Homebrewing Stack Exchange is a question and answer site for dedicated home brewers and serious enthusiasts. Join them; it only takes a minute:

Sign up
Here's how it works:
  1. Anybody can ask a question
  2. Anybody can answer
  3. The best answers are voted up and rise to the top

I just brewed a trappist style ale and I am ready to bottle it. I am a meticulous sanitizer. Just a question though. I have always filled my buckets/carboys with 5 gallons of star sans solution to sanitize it, and since I don't have the space I would dump the solution afterwards. This is wasteful and costly, so due to a response from another question I posted here, I was planning of mixing 1 gallon of solution and thoroughly shaking it in the bottling bucket to sanitize it. Is it a bad idea to try this sanitation method on bottles I plan to age for a good while (like a 18 months)?

share|improve this question
up vote 6 down vote accepted

What you propose will work fine. You can even keep StarSan in a spray bottle (mixed with distilled water it will last months or more) and spray down the surfaces. Although due to FDA regulations they have to list a longer contact time, Charlie Talley of 5 Star Chemical, makers of StarSan, has said that their tests show a 99.9% effectiveness after a 30 second contact time. Remember, that means simply wetting the surface, not full immersion. I usually only mix 2.5 gallons at a time for sanitizing 5-7 gal. fermenters. I could get by with less, but old habits die hard.

share|improve this answer

This is what I do regularly for bottling. Start with clean bottles, fill (let's say) 3 bottles with starsan. After getting everything else ready to go, I'll start a pipeline: empty bottle 1 through a funnel into (new) bottle 4, then fill the just-emptied bottle 1 while emptying bottle 2 into bottle 5. Cap bottle 1. Start filling bottle 2 while transferring starsan from bottle 3 into bottle 6… and so on down the line.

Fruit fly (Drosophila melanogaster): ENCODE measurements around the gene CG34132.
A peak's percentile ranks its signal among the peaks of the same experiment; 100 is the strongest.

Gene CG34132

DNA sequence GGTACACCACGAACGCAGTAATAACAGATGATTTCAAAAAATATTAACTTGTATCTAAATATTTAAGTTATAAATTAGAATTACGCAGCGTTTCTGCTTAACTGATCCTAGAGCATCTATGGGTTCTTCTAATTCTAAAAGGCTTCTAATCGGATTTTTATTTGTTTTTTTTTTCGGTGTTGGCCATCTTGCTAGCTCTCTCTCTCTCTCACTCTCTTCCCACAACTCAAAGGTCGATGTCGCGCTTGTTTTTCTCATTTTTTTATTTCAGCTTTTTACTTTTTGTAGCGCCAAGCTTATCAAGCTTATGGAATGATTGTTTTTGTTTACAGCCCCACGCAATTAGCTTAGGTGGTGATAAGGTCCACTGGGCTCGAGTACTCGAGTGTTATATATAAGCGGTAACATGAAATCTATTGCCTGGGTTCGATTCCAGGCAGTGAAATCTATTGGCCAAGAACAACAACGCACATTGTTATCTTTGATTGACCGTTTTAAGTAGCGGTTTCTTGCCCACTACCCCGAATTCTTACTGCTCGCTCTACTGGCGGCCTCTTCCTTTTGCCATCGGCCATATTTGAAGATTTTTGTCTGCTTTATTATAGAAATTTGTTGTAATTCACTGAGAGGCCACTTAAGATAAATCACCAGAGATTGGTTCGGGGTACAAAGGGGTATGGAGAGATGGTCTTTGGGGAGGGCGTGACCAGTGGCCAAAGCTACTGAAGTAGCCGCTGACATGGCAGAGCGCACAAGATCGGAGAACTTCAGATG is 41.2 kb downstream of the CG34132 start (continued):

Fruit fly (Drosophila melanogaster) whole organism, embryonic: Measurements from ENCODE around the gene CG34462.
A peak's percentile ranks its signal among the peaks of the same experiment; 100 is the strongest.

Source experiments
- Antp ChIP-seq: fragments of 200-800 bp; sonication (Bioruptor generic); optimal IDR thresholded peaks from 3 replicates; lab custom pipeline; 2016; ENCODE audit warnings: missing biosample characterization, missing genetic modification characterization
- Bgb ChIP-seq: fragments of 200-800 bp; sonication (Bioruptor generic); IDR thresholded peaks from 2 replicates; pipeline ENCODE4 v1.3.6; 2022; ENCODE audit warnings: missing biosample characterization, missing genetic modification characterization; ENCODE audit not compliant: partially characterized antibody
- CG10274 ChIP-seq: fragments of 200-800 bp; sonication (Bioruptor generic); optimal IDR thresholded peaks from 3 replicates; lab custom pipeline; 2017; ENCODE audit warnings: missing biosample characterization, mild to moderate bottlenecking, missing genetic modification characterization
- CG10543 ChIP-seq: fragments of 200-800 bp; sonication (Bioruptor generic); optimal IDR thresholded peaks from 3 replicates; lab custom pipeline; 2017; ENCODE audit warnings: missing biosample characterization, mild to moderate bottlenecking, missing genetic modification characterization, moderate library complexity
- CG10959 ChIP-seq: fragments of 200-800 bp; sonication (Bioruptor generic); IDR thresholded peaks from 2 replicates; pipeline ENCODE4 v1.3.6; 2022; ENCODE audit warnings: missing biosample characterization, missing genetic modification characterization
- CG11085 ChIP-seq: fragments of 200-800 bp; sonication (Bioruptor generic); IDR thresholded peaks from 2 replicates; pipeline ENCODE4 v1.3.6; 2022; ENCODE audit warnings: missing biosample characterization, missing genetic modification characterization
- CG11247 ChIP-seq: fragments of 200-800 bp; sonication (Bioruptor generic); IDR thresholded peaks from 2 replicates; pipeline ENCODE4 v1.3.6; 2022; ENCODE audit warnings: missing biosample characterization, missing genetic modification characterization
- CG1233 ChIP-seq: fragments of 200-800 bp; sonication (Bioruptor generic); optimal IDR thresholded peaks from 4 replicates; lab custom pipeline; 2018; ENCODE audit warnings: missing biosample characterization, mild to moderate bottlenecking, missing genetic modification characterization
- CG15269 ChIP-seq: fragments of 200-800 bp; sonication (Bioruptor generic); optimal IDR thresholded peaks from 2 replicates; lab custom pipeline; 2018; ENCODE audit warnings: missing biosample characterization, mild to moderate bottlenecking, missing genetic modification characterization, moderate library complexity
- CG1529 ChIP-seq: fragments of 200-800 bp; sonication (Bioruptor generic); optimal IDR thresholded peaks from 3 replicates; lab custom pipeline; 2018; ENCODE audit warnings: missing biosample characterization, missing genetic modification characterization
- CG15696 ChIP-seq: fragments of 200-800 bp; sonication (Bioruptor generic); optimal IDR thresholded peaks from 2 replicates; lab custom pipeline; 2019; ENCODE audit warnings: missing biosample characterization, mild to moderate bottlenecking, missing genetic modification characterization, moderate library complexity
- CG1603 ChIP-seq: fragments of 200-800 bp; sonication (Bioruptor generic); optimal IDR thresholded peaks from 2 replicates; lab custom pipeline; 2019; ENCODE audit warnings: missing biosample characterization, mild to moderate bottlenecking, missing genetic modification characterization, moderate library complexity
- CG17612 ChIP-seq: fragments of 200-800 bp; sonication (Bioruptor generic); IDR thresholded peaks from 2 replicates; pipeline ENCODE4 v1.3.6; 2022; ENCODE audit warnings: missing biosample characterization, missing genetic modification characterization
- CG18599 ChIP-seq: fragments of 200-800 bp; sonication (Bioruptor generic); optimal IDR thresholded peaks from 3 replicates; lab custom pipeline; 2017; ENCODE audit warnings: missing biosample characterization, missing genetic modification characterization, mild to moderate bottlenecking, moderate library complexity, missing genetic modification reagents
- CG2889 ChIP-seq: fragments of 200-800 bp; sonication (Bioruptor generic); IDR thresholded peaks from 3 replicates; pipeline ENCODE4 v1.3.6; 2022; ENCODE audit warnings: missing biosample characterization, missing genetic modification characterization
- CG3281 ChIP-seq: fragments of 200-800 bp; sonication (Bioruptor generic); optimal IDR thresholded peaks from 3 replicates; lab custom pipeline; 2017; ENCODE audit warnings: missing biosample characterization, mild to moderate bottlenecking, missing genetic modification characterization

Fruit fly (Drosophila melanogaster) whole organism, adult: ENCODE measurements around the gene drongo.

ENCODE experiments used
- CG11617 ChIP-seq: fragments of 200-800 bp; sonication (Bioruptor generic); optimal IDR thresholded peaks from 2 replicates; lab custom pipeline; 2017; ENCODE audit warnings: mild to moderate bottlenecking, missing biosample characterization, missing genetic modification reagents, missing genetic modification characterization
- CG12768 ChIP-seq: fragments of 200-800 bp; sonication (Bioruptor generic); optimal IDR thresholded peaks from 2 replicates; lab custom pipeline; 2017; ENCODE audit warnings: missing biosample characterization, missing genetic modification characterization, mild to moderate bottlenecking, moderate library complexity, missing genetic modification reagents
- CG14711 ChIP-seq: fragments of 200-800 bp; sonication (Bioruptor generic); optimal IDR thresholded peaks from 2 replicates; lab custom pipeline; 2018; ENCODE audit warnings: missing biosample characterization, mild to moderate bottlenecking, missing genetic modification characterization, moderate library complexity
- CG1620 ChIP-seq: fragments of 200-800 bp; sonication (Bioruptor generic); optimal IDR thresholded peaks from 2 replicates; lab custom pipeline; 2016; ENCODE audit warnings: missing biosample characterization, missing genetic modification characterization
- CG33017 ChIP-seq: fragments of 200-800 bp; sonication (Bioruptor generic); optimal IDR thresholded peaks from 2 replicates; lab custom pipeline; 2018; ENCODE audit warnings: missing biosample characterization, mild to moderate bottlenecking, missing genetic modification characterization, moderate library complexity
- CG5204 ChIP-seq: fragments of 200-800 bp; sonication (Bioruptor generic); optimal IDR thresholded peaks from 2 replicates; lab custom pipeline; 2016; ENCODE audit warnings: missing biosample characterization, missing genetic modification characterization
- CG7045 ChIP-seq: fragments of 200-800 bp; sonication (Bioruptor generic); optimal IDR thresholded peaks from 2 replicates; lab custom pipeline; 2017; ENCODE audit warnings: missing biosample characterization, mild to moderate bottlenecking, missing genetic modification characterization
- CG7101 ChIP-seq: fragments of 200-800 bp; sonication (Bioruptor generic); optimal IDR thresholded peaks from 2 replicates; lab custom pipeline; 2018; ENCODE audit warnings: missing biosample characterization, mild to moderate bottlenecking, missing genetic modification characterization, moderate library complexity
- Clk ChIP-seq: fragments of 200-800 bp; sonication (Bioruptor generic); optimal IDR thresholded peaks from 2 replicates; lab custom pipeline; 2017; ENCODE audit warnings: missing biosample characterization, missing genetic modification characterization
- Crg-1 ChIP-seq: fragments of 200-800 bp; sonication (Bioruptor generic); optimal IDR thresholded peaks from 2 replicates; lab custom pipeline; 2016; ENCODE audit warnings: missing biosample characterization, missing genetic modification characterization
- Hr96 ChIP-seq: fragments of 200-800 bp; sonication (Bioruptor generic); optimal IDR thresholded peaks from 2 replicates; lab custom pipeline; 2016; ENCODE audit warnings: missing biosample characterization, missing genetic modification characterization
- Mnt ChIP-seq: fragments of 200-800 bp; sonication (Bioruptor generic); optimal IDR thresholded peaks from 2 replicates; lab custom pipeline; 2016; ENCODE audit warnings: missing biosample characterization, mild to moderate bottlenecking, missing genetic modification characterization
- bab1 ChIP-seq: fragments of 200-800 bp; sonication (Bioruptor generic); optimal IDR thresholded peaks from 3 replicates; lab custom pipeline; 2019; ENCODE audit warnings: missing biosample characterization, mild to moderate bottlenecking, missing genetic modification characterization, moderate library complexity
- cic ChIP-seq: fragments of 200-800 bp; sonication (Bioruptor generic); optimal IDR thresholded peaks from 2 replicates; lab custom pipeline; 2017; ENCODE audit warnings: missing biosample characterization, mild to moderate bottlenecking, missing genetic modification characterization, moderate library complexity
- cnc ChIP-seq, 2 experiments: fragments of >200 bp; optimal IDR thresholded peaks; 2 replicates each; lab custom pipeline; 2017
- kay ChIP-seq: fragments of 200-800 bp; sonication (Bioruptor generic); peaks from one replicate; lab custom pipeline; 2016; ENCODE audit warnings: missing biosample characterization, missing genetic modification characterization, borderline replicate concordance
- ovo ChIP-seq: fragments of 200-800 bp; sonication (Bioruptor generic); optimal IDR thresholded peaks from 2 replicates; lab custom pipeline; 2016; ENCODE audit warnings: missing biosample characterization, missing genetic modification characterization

share|improve this answer
I used to do that with 1.5 liter soda bottles - and you don't need to fill the bottle - just a little in the bottom that you slosh around. Then pour that in to the next on the pipeline! – mdma Sep 25 '13 at 21:28
It's true; as it happens, the (full) bottle->bottle transfer time is about the same as the (low-pressure beer gun) fill time, so it pipelines nicely, but … it will probably be a bit less "messy" with a smaller amount of starsan sloshed around. I'll give that a try next time. – jsled Sep 27 '13 at 13:46

In the past I've generally done what the other answers here recommend: fill a bottle with Star San and pour from bottle to bottle. Works well except that it tends to foam up, making it more difficult to pour out. (But don't fear the foam!) I've also used a spray bottle, which is less foamy.

Recently I bought a Vinator bottle rinser, which is quick and easy to use. Takes less than a cup of fluid and does a good job of spraying down the interior. The manufacturer's bottle tree is not required. http://www.northernbrewer.com/shop/vinator-bottle-rinser.html

Finally, you can also consider sanitizing glass bottles in your oven. Winter is coming in the northern hemisphere, so here's a good excuse to heat up the kitchen. http://www.howtobrew.com/section1/chapter2-2-3.html

share|improve this answer

You must remember heating bottles greatly degrades their strength.

share|improve this answer
Doesn't answer the original poster's question. – Dean Brundage Oct 4 '15 at 21:16
This does not provide an answer to the question. To critique or request clarification from an author, leave a comment below their post - you can always comment on your own posts, and once you have sufficient reputation you will be able to comment on any post. – Pepi Oct 5 '15 at 16:16

Your Answer


By posting your answer, you agree to the privacy policy and terms of service.

Not the answer you're looking for? Browse other questions tagged or ask your own question.